# The Bifid and Trifid Cipher Explained

I recently made two videos about two interesting classical ciphers invented by Félix Marie Delastelle. Delastelle wrote a book on cryptography in 1901. Unfortunately, he died before his book was published in 1902. In his book, he describes several ciphers he invented. This blog post is about two of them: the bifid cipher and the trifid cipher.

### The Bifid Cipher

The bifid cipher is a cipher which combines a Polybius square with transposition, and uses fractionation:

1. First, we use a keyword to create a 25-letter Polybius square
For example: “SECRET KEYWORD”:

2. Then, we encrypt the plaintext using the square, by writing the coordinates of the square below the plaintext. Example:

3. After that, we write the digits (transposed/fractionated) in a single row:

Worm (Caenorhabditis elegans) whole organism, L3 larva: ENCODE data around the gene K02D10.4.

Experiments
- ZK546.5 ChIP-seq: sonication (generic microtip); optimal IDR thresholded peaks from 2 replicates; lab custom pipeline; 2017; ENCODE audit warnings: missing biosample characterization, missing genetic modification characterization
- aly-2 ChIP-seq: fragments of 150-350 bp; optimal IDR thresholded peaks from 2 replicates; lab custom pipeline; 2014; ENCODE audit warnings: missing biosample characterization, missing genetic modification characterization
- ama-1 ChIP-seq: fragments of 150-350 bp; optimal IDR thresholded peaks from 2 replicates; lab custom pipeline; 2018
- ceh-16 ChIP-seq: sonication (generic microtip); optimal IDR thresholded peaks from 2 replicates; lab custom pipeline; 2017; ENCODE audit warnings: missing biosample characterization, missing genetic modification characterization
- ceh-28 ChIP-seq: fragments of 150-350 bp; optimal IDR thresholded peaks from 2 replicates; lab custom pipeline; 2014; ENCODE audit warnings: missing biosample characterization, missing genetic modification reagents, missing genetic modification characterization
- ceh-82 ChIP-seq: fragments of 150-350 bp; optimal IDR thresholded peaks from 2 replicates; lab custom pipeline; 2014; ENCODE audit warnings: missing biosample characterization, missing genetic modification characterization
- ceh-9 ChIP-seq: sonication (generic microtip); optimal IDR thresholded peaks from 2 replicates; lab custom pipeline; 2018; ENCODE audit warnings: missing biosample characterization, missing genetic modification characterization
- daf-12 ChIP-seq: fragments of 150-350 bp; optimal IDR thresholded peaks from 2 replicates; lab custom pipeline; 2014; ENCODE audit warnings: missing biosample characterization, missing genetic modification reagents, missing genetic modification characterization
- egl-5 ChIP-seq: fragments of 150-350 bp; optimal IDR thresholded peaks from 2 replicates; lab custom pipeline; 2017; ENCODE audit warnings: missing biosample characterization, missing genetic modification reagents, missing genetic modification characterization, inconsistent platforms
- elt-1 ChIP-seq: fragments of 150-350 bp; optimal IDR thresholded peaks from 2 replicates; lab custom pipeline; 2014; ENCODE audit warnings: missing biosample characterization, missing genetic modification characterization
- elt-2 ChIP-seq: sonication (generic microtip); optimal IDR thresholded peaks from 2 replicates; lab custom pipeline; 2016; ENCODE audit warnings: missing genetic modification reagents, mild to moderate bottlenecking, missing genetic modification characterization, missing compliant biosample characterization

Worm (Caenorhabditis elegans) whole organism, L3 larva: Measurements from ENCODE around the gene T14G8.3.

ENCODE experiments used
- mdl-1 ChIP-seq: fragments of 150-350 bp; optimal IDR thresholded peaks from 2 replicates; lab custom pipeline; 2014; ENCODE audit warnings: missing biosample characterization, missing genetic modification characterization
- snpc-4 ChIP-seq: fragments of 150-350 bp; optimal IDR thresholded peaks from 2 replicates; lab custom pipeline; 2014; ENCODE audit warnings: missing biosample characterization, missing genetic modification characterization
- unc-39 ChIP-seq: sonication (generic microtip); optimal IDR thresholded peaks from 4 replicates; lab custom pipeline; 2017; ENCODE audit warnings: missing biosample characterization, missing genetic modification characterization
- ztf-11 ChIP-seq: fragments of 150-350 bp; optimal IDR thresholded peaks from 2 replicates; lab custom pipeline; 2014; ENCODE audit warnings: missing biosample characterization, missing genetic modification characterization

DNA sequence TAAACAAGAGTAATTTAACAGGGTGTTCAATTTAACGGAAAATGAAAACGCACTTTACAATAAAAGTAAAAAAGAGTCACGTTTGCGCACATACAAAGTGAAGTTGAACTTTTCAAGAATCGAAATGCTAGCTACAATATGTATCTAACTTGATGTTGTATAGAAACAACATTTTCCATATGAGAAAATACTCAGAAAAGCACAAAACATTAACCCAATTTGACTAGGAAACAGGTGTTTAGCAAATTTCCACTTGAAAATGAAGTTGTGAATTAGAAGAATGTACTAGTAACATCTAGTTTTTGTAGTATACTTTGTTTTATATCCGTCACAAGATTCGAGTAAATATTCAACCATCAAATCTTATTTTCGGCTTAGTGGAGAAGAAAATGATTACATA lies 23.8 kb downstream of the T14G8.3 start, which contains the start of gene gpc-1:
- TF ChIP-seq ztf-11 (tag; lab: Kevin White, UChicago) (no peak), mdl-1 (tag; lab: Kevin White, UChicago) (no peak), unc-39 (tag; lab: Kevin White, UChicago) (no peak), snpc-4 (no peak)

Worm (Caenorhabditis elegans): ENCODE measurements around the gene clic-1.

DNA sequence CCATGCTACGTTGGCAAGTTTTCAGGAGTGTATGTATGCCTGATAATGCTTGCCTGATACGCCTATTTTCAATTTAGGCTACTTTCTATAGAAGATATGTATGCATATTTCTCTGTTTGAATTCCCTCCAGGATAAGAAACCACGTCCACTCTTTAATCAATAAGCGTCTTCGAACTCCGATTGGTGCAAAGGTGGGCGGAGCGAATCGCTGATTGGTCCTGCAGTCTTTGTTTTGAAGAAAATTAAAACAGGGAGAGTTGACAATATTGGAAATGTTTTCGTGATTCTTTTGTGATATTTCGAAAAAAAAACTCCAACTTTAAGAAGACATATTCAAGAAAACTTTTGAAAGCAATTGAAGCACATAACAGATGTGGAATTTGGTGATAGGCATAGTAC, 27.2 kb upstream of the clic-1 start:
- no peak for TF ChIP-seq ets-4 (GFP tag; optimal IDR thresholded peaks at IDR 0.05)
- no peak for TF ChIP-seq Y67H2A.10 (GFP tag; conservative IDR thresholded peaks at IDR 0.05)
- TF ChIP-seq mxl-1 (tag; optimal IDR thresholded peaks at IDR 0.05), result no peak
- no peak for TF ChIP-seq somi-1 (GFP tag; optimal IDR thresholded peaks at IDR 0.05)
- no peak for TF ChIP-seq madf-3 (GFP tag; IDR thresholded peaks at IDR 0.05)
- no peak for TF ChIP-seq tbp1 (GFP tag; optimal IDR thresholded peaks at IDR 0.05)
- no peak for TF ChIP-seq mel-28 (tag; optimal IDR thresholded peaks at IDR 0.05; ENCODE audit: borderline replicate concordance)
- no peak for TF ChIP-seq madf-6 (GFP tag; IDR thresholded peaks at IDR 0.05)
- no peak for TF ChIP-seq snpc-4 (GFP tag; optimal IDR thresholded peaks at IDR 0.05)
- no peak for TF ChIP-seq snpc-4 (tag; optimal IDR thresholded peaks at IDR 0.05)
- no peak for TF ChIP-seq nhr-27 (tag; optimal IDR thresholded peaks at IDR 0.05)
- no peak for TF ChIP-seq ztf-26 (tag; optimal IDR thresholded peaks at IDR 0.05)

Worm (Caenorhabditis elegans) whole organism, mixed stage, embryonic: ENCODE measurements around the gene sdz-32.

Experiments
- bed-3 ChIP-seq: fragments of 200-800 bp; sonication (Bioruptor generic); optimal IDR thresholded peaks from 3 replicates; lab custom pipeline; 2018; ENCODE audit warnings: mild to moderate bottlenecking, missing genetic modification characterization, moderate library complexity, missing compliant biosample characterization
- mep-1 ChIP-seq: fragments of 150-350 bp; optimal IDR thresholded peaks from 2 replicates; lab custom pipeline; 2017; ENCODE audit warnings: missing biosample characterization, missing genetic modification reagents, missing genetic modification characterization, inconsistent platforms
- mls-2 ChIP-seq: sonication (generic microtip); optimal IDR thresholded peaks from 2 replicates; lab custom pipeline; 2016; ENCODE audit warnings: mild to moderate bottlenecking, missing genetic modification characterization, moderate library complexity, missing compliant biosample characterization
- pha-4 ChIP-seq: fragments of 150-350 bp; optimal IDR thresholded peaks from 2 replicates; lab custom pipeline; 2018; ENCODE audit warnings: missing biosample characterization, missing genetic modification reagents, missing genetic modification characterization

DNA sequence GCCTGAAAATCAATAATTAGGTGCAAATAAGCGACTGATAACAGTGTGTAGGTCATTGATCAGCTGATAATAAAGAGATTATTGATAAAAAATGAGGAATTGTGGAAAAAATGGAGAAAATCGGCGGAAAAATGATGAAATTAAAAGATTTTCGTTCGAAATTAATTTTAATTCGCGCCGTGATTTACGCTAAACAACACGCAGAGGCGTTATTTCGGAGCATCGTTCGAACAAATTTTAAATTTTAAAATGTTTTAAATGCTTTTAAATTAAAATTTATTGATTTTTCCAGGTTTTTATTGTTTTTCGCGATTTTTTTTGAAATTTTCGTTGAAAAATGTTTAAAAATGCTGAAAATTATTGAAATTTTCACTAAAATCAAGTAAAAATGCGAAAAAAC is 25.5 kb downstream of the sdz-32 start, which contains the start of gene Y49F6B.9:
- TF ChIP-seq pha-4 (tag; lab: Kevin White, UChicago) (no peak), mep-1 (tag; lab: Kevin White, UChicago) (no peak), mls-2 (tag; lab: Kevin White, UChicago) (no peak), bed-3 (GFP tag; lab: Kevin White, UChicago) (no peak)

4. Finally, we decrypt the digits using the square to obtain the ciphertext:

The decryption is the reverse process. It is also possible to not encrypt the plaintext in one go. Instead, you can encrypt the ciphertext in blocks of n (n for example being 5).

The keyspace size and unicity distance (minimal number of letters needed in a ciphertext that allows having only a single valide solution) can be computed as follows:

### The Trifid Cipher

The trifid cipher was invented by Félix Marie Delastelle as an extension of the above shown bifid cipher.

1. First, we use a keyword to create three 9-letter Polybius squares. For example: “SECRET KEYWORD”

2. Then, we encrypt the plaintext using the squares, by writing the number of the used square number and the coordinates below the plaintext. Example:

3. After that, we write the digits (transposed/fractionated) in a single row

4. Finally, we decrypt the digits using the three squares:

The decryption is the reverse process. It is also possible to not encrypt the plaintext in one go. Instead, you can encrypt the ciphertext in blocks of n (n for example being 5).

The keyspace size and unicity distance (minimal number of letters needed in a ciphertext that allows having only a single valide solution) can be computed as follows: